How to Balance pH Levels in a Pool
When it comes to enjoying your pool or hot tub, one water balance element is arguably more important than all others: pH. All aspects of water balance can impact other areas of water chemistry. However, imbalanced pH can pose a myriad of issues both to you and your pool. For example, it can impact chlorine effectiveness, cause uncomfortable swimming conditions, and even facilitate scaling and corrosion of pool and equipment surfaces. Here's what you need to know about balancing the pH levels in your pool.
What is Pool pH?
pH is essentially a measure of how acidic or basic a solution is. The pH scale goes from 0 to 14, with 7.0 being the neutral point. Anything below 7.0 is considered acidic, and everything above 7.0 is considered basic.
In most cases, the ideal pH for a pool is 7.4–7.6. But anything within the range of 7.2–7.8 is totally acceptable.
Every solution has a pH. Coffee has a pH of 5. Most hand soaps have a pH of 9–10. The fluid in your eye has a pH of 7.4. Lemon juice, on the other hand, has a pH of 2.4, which is very acidic. If you've ever squirted lemon juice in your eye, you know it burns. This is because the pH of lemon juice is well below 7.0, which makes it very acidic. The same principle applies to your pool water. When your eyes sometimes burn during or after swimming in your pool, there's a good chance that the pH level in your pool is below the recommended range.
Why is pH Important for Pool Water?
The lower your pH levels fall on the scale, the more acidic the water becomes. A low pH can cause a whole slew of issues in a swimming pool. These range from skin and eye irritation, to corrosion of pool surfaces and equipment. In addition, low pH levels are notorious for irreparably damaging vinyl pool liners, solar covers, and inflatable pool accessories like floats and loungers.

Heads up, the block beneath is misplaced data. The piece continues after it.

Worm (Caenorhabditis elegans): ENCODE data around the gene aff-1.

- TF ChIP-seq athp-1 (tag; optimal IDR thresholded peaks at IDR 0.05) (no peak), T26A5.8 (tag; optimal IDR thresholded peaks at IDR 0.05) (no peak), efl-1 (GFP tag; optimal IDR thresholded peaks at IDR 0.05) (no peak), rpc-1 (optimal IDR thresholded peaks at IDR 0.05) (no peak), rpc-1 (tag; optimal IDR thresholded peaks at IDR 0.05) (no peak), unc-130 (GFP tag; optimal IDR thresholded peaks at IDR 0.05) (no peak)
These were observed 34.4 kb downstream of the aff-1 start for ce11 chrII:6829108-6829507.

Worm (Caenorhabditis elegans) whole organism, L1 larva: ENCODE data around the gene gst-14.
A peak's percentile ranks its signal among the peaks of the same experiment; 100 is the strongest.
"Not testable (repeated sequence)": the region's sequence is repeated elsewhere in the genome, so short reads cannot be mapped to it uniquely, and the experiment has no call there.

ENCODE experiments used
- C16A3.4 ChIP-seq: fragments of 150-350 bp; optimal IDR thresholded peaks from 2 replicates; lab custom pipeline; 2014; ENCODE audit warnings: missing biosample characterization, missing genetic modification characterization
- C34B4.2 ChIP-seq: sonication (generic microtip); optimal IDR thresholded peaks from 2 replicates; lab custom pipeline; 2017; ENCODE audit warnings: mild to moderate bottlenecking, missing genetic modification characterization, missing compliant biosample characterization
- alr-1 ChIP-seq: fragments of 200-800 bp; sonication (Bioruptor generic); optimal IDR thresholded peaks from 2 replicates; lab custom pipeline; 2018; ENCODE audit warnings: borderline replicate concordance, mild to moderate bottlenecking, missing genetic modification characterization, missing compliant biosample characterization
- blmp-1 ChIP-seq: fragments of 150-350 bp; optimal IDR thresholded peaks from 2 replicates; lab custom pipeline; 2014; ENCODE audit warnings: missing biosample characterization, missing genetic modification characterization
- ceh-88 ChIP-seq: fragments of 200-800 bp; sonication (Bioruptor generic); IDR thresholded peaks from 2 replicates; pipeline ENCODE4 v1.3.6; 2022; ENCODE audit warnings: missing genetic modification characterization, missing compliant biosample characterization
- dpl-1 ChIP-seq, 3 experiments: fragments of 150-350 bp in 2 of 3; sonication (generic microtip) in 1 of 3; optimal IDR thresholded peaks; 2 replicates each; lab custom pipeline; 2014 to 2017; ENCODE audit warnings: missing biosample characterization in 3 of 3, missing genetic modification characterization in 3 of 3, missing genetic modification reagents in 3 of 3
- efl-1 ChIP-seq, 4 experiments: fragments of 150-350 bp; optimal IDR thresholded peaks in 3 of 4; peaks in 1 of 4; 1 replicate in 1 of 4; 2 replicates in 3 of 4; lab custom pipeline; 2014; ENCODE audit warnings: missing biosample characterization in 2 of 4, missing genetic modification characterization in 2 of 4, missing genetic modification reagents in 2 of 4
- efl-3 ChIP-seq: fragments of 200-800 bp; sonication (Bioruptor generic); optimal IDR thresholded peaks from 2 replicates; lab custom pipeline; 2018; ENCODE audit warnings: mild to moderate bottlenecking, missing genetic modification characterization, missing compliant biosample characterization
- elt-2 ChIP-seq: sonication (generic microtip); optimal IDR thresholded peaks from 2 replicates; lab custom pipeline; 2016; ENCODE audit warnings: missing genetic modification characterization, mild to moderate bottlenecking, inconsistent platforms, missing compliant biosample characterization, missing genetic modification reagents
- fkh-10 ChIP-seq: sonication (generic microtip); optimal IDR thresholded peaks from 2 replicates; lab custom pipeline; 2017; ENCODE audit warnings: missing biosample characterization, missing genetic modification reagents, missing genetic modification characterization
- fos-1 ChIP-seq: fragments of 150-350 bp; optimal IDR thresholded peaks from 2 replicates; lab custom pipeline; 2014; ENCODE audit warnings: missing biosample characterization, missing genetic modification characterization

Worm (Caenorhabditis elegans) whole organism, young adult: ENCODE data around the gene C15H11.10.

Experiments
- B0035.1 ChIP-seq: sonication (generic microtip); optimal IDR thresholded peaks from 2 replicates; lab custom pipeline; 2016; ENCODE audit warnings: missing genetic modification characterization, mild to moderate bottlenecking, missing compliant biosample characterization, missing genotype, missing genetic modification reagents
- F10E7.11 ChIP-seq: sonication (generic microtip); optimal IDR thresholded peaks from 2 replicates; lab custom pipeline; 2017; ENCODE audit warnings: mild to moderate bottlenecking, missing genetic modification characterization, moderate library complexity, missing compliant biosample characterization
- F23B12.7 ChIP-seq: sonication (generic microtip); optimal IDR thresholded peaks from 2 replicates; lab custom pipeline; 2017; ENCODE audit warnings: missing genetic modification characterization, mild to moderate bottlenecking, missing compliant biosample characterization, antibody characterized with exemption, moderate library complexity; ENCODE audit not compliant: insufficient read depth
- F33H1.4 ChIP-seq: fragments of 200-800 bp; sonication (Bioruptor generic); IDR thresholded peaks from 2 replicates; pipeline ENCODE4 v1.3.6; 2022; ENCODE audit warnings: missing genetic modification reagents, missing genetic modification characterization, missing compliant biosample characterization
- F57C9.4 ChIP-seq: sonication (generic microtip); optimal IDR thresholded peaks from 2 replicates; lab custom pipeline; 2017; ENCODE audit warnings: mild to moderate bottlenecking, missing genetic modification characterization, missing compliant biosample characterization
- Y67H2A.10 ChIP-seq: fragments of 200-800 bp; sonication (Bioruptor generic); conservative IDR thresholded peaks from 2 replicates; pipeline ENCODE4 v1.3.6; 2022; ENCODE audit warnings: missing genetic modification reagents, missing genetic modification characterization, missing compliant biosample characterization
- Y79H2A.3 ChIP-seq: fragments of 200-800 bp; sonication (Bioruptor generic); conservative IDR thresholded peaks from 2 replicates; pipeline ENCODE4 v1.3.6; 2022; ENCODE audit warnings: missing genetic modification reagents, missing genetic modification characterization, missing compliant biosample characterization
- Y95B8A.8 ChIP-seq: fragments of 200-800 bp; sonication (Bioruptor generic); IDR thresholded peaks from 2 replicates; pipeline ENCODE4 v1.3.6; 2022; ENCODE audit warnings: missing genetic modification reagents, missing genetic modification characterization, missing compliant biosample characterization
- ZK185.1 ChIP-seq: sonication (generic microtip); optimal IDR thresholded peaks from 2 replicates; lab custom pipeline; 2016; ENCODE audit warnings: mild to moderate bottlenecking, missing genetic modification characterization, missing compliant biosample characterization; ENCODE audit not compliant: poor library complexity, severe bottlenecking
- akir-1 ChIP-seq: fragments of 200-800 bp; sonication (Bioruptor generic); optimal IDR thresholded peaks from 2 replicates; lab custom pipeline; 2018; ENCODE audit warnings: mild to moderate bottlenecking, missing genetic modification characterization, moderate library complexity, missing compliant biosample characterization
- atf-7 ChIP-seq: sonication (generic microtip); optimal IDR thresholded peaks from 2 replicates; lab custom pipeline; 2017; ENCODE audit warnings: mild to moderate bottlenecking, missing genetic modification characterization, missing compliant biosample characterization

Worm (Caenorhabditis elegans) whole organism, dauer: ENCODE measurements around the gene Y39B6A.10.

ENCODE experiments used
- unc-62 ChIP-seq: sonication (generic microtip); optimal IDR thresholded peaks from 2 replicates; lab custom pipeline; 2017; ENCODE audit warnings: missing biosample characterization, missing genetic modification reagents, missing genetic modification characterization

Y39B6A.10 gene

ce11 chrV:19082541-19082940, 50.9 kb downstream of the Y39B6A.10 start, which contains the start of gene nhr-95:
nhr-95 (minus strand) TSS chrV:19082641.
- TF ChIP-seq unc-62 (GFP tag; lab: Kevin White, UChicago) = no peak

It's worth noting here that chlorine works more effectively when pH is toward the lower end of the recommended range. However, chronic issues with low pH can lead to a higher chlorine bill, as this also causes chlorine levels to dissipate more quickly. It's also not worth the risk of pool damage if you let the levels fall too low. Corrosion and oxidation of metals, etching and erosion of plaster and grout surfaces, and plastic and vinyl becoming brittle are just a few of the more costly problems you'll encounter over time if the issue is not corrected.
On the other hand, the higher the pH in your pool, the more basic or alkaline the water. High pH leads to reduced chlorine efficacy, may cause cloudy water issues, and accelerates the formation of stains and scaling on pool surfaces. Along with these issues, your pool is at an increased risk of an algae bloom thanks to the decrease in chlorine performance and water conditions that are more hospitable to algae growth.
Long story short, this is one area of water balance where either a high or low test result can lead to costly pool damages, unsanitary water, and a generally uncomfortable swimming experience. Certain pool chemicals, the presence of algae, using water features and aerators, a Total Alkalinity imbalance, or even a recent plaster resurfacing project can all drive the pH higher. Stabilized chlorine, acidic rainfall, and excessive leaves/mulch/organic debris in the water can all bring the pH down. To correct these issues, you'll need to balance the pool water.
How to Balance pH in a Pool
As mentioned above, the ideal range for pH in pool water is 7.4–7.6, but pH levels between 7.2–7.8 are still acceptable in most scenarios. Before you get started adjusting pH levels, it's important to balance the pool's Total Alkalinity first. Total Alkalinity (TA) acts as a buffer to stabilize pH levels, and many of the same chemicals used to balance TA will also raise or lower pH. Balance one, and then the other, but don't try to balance both at the same time. Once you've confirmed that the TA levels are in balance, you're ready to adjust your pool's pH. Turn on the pool pump, and leave your circulation system running on high while rebalancing the pool water.